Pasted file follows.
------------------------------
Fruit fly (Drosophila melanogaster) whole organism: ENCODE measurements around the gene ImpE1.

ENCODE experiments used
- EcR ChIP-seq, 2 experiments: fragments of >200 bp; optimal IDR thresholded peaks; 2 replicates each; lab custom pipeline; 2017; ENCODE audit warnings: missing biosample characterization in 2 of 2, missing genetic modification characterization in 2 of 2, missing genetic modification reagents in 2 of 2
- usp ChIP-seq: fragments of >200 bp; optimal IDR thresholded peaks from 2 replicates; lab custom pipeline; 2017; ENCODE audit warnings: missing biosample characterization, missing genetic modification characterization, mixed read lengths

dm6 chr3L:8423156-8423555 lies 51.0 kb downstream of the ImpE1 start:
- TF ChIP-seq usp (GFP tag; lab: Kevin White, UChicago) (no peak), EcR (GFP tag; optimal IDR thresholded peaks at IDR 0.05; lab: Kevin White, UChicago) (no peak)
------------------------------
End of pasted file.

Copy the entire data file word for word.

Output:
Fruit fly (Drosophila melanogaster) whole organism: ENCODE measurements around the gene ImpE1.

ENCODE experiments used
- EcR ChIP-seq, 2 experiments: fragments of >200 bp; optimal IDR thresholded peaks; 2 replicates each; lab custom pipeline; 2017; ENCODE audit warnings: missing biosample characterization in 2 of 2, missing genetic modification characterization in 2 of 2, missing genetic modification reagents in 2 of 2
- usp ChIP-seq: fragments of >200 bp; optimal IDR thresholded peaks from 2 replicates; lab custom pipeline; 2017; ENCODE audit warnings: missing biosample characterization, missing genetic modification characterization, mixed read lengths

dm6 chr3L:8423156-8423555 lies 51.0 kb downstream of the ImpE1 start:
- TF ChIP-seq usp (GFP tag; lab: Kevin White, UChicago) (no peak), EcR (GFP tag; optimal IDR thresholded peaks at IDR 0.05; lab: Kevin White, UChicago) (no peak)